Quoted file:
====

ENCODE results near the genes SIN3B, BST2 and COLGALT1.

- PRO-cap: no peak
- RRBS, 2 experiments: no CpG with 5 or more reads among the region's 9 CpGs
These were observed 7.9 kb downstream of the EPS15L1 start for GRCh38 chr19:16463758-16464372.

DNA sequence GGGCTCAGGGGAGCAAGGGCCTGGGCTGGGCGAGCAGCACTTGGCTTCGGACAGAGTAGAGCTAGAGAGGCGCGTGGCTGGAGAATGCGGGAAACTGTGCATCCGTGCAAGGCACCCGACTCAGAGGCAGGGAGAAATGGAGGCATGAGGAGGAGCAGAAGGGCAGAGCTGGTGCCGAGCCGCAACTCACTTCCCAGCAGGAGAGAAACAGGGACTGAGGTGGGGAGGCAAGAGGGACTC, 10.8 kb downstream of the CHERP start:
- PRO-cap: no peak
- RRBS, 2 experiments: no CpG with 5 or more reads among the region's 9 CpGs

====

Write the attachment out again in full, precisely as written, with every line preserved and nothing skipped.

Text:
ENCODE results near the genes SIN3B, BST2 and COLGALT1.

- PRO-cap: no peak
- RRBS, 2 experiments: no CpG with 5 or more reads among the region's 9 CpGs
These were observed 7.9 kb downstream of the EPS15L1 start for GRCh38 chr19:16463758-16464372.

DNA sequence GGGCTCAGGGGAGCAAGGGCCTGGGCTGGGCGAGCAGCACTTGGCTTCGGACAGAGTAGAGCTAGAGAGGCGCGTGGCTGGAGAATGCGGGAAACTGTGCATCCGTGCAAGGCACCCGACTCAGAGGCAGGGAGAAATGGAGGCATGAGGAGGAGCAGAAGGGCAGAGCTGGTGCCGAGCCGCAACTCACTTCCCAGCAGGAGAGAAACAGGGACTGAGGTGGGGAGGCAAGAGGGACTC, 10.8 kb downstream of the CHERP start:
- PRO-cap: no peak
- RRBS, 2 experiments: no CpG with 5 or more reads among the region's 9 CpGs